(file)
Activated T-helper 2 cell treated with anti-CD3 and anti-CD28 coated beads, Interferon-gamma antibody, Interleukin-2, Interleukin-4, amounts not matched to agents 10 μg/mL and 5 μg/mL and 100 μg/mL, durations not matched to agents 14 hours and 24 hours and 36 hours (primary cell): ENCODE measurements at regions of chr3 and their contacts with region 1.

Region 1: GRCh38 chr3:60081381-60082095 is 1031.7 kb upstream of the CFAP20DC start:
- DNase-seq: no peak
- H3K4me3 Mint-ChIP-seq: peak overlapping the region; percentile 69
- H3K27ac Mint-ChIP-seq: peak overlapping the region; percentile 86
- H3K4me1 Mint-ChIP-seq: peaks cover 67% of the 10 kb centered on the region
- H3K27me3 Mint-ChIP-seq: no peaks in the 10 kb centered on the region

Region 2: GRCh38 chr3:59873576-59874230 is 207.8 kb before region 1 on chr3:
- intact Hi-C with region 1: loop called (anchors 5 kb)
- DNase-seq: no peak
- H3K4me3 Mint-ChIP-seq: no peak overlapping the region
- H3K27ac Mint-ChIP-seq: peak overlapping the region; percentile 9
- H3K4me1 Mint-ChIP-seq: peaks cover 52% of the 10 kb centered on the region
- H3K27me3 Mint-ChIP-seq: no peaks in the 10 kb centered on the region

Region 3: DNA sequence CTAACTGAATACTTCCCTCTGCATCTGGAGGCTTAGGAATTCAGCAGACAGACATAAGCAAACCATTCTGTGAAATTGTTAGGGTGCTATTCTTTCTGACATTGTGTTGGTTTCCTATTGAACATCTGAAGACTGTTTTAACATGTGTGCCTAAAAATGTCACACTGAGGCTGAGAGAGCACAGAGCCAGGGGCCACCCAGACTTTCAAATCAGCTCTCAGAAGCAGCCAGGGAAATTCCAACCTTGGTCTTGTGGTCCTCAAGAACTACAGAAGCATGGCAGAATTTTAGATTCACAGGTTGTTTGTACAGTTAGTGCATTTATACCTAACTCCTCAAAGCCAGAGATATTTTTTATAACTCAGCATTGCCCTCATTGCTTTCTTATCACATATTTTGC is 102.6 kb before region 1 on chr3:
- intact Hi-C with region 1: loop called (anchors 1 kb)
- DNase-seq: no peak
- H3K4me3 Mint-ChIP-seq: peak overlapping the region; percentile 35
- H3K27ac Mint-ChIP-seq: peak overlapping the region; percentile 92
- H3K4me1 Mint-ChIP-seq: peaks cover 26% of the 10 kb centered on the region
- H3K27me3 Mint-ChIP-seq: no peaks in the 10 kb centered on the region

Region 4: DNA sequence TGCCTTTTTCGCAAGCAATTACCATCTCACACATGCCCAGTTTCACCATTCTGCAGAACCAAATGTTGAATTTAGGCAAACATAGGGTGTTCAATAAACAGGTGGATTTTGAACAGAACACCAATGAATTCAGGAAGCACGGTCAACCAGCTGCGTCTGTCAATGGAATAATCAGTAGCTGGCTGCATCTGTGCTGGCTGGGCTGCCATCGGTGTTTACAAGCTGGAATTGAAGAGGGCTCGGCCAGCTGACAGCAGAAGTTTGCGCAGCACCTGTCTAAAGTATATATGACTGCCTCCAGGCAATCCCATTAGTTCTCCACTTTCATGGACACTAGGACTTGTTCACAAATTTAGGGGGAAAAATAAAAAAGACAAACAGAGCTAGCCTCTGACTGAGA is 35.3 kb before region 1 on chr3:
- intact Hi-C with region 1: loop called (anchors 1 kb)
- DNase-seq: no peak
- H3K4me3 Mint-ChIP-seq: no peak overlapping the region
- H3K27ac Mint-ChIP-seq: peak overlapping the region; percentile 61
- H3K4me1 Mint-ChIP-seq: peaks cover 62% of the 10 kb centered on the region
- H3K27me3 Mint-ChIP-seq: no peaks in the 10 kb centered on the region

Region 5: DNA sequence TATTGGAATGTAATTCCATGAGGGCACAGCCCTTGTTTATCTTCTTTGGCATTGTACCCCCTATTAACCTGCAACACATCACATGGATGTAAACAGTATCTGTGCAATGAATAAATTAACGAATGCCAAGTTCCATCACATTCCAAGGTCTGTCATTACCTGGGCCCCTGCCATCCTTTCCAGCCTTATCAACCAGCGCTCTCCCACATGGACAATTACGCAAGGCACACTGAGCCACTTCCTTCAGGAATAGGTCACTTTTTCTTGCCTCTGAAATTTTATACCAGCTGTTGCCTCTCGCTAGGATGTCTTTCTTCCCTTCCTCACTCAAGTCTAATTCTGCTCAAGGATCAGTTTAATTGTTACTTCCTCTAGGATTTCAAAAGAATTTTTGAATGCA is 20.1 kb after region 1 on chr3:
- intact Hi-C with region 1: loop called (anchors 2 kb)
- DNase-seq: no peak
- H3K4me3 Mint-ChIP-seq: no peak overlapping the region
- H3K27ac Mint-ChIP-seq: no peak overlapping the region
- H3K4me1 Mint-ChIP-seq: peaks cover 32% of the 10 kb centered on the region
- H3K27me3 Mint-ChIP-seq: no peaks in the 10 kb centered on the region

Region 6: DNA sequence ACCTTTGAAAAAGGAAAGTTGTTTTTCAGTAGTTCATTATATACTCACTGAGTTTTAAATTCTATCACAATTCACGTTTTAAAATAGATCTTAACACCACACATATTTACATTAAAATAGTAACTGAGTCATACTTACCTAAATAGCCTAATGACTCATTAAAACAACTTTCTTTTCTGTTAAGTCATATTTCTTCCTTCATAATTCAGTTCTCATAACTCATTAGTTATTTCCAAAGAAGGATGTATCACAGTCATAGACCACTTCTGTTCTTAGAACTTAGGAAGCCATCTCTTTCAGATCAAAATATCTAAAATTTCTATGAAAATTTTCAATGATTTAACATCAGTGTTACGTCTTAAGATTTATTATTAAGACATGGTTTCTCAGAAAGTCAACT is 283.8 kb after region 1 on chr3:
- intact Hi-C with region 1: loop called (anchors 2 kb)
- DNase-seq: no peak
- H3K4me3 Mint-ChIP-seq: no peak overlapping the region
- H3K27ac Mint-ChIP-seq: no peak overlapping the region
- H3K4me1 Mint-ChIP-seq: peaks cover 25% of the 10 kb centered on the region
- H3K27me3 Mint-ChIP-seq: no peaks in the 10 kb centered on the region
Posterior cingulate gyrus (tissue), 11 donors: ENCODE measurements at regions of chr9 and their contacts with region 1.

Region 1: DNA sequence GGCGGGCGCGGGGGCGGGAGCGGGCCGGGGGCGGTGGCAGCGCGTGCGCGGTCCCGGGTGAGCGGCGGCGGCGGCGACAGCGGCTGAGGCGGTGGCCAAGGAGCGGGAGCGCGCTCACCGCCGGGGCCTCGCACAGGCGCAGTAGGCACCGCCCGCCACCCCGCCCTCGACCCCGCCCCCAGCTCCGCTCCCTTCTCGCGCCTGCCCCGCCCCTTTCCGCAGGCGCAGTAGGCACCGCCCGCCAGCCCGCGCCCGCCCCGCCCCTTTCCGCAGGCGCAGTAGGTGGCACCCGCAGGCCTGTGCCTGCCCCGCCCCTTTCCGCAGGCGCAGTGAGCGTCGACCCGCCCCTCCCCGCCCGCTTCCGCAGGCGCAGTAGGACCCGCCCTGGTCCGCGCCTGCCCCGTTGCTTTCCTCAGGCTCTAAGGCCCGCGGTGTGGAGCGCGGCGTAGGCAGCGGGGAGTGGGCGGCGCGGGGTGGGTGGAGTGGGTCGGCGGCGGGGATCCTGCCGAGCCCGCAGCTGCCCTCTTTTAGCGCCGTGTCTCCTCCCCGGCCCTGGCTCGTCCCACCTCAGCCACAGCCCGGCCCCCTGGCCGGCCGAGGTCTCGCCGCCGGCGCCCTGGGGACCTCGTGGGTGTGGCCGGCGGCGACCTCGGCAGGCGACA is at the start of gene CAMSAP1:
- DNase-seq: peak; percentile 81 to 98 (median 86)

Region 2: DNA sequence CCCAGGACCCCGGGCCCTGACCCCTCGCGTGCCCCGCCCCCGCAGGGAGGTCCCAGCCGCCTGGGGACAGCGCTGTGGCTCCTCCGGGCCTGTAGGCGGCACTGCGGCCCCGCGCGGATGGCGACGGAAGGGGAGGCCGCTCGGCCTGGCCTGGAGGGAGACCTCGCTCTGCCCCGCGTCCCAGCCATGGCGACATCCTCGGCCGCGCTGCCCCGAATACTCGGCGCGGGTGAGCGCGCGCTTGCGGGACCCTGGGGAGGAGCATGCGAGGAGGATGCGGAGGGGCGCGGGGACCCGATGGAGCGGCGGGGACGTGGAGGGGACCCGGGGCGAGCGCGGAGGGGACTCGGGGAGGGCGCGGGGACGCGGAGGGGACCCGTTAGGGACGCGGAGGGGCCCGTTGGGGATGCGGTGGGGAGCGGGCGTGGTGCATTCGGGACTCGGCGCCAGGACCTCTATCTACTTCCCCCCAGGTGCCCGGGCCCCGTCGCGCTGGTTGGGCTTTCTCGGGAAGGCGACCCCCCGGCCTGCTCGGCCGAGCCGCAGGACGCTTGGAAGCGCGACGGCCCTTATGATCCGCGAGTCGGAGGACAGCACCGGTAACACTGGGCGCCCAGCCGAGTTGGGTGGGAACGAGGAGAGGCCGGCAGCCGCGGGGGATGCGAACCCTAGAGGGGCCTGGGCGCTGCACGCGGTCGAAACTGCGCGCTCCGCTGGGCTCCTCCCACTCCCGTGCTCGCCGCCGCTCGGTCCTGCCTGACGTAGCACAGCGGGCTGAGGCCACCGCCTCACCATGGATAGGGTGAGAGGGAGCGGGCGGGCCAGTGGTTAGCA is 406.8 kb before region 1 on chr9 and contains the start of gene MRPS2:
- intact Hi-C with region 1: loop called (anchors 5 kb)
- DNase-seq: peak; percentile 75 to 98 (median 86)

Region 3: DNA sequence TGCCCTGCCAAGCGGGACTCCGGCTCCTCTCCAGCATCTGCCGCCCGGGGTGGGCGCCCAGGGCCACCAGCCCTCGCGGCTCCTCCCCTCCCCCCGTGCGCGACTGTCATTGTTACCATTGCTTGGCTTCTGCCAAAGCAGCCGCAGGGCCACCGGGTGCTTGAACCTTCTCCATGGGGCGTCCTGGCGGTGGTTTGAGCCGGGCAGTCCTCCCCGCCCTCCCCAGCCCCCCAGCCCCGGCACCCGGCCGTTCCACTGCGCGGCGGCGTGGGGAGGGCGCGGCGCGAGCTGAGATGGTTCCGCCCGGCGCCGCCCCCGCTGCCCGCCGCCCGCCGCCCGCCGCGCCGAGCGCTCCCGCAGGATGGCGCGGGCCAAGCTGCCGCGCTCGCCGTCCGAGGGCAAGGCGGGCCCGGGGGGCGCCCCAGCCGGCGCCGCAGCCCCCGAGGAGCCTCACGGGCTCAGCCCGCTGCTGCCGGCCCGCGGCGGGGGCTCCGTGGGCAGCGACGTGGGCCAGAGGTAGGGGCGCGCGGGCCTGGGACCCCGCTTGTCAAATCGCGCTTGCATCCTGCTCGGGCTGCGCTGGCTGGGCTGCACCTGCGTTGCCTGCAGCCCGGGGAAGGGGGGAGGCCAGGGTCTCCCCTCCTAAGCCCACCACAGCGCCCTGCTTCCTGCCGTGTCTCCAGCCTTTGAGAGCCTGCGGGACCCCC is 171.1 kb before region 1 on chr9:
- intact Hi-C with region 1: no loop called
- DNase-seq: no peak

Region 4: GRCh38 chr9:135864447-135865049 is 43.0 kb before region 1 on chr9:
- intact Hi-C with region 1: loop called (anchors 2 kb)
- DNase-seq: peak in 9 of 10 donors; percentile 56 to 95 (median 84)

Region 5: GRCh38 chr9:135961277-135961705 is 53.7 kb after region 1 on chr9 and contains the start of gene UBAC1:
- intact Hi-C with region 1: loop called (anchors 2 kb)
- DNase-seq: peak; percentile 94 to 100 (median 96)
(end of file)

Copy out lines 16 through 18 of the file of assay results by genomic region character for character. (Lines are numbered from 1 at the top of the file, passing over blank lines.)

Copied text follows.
- intact Hi-C with region 1: loop called (anchors 1 kb)
- DNase-seq: no peak
- H3K4me3 Mint-ChIP-seq: peak overlapping the region; percentile 35